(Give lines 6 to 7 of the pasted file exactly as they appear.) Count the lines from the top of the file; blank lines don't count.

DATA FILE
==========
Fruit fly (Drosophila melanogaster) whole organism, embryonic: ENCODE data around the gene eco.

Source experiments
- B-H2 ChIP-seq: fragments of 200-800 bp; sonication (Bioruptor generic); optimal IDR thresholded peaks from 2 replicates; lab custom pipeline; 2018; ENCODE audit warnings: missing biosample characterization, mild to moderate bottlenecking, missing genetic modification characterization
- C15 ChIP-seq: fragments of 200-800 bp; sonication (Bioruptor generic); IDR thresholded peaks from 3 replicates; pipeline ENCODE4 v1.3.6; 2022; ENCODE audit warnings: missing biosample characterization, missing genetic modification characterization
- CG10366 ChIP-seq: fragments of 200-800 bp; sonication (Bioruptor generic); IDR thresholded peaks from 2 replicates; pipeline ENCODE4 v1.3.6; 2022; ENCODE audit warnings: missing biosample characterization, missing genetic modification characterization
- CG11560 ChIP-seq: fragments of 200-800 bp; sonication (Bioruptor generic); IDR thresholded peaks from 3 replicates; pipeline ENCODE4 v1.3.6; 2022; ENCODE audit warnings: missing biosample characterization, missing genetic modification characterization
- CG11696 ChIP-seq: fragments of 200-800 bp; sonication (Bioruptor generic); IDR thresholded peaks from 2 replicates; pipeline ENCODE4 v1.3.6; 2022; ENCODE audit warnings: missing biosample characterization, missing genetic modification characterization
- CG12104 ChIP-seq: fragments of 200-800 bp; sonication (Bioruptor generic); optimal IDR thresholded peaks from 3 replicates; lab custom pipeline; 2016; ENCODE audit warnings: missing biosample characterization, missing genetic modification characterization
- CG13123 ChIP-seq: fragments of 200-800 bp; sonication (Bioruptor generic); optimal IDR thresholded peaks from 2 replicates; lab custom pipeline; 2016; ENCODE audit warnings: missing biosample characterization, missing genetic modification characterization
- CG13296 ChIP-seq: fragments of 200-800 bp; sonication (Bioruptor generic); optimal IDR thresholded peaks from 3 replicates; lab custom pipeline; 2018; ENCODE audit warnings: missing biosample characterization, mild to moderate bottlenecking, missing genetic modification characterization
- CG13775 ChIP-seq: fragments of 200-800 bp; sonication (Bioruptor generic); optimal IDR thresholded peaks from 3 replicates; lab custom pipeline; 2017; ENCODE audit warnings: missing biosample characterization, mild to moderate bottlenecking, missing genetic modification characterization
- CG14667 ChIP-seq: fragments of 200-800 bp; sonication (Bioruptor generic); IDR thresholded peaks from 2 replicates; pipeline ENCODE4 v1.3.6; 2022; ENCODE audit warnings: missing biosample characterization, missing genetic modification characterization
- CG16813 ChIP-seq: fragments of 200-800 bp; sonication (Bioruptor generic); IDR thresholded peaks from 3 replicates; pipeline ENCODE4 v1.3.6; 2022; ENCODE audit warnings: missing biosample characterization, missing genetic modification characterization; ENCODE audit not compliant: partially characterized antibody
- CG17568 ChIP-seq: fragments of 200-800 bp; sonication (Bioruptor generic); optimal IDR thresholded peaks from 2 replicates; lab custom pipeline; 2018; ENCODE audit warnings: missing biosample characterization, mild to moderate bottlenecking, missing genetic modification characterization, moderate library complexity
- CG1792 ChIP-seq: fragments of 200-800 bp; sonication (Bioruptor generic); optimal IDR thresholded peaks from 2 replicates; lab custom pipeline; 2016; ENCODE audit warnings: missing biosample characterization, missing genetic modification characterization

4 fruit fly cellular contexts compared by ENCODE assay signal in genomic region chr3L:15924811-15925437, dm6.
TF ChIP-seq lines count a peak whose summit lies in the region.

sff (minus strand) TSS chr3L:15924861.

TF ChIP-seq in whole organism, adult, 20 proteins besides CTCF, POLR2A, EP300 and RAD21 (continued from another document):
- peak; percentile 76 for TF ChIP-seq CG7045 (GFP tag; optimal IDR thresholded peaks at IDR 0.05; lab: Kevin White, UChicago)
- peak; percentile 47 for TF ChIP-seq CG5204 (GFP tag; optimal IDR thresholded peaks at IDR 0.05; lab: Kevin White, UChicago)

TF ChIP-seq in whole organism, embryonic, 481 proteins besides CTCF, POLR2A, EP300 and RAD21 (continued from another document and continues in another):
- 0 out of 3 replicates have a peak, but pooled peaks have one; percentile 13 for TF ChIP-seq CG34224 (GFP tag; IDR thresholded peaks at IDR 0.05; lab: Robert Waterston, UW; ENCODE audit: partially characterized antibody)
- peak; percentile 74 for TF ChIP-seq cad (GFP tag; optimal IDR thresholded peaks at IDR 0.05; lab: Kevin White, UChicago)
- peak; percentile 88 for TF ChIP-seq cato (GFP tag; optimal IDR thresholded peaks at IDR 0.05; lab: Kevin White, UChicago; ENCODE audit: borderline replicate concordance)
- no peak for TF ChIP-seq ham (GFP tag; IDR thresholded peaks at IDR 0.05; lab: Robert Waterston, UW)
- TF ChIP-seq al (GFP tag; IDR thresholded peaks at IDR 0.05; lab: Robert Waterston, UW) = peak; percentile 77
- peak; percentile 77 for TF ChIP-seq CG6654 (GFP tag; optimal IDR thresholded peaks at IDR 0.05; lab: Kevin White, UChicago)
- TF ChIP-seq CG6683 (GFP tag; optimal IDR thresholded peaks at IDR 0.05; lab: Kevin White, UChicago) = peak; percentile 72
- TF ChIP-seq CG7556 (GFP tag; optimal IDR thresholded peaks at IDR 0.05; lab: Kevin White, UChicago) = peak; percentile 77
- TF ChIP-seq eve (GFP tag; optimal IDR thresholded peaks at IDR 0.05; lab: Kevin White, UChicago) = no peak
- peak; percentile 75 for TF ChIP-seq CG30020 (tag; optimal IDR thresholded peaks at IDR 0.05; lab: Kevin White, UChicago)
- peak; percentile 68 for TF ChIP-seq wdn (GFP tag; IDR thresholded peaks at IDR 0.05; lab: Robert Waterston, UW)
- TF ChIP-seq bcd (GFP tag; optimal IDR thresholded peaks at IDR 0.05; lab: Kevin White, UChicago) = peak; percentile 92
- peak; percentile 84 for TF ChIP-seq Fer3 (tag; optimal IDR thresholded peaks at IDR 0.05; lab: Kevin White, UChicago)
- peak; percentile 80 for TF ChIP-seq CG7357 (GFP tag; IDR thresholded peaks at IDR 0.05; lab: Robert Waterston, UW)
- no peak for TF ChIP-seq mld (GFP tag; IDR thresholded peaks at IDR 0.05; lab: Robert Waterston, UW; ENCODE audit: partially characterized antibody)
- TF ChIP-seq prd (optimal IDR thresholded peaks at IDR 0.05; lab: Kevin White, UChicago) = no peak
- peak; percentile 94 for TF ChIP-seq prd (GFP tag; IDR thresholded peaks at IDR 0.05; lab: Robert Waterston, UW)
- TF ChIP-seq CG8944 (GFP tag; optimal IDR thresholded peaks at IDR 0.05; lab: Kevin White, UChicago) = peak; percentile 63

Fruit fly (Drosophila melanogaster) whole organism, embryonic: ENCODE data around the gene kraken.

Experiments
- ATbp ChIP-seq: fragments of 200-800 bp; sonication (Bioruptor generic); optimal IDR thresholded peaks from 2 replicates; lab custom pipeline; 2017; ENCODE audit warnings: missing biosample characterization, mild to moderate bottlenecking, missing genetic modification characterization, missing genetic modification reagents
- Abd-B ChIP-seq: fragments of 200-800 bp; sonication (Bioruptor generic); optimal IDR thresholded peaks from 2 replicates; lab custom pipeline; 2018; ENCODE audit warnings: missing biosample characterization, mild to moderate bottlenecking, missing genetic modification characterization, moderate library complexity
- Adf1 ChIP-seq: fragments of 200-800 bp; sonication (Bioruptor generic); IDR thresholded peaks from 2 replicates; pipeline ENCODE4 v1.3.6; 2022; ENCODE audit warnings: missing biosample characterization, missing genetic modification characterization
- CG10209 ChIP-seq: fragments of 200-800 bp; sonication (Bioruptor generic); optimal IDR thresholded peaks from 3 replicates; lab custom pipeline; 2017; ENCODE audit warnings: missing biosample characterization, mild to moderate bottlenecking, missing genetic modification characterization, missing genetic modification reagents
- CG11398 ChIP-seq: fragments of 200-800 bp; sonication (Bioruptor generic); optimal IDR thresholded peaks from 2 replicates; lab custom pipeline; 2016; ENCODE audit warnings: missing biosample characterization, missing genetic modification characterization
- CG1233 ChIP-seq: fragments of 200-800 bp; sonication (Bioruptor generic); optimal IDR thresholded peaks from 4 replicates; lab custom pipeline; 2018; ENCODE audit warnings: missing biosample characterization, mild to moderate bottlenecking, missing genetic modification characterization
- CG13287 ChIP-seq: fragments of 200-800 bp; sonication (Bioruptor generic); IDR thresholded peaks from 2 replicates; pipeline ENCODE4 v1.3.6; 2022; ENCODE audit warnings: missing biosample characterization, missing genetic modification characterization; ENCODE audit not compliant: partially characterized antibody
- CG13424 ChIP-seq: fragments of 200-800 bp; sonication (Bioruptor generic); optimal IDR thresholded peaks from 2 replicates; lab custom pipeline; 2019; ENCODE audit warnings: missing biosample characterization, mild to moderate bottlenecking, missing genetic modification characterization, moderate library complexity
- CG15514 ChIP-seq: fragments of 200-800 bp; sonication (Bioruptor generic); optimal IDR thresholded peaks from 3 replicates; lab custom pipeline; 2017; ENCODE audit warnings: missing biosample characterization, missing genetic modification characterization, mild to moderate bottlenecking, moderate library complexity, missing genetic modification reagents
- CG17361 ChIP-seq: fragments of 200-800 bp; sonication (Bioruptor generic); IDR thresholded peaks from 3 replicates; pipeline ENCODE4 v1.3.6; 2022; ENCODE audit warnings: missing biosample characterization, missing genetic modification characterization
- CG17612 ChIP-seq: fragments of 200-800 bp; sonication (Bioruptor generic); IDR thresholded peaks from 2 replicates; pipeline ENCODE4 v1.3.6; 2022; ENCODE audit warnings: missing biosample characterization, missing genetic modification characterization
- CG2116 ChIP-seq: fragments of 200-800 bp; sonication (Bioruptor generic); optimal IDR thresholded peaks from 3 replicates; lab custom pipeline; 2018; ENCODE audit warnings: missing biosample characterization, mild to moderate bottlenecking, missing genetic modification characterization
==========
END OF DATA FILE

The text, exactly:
- CG11560 ChIP-seq: fragments of 200-800 bp; sonication (Bioruptor generic); IDR thresholded peaks from 3 replicates; pipeline ENCODE4 v1.3.6; 2022; ENCODE audit warnings: missing biosample characterization, missing genetic modification characterization
- CG11696 ChIP-seq: fragments of 200-800 bp; sonication (Bioruptor generic); IDR thresholded peaks from 2 replicates; pipeline ENCODE4 v1.3.6; 2022; ENCODE audit warnings: missing biosample characterization, missing genetic modification characterization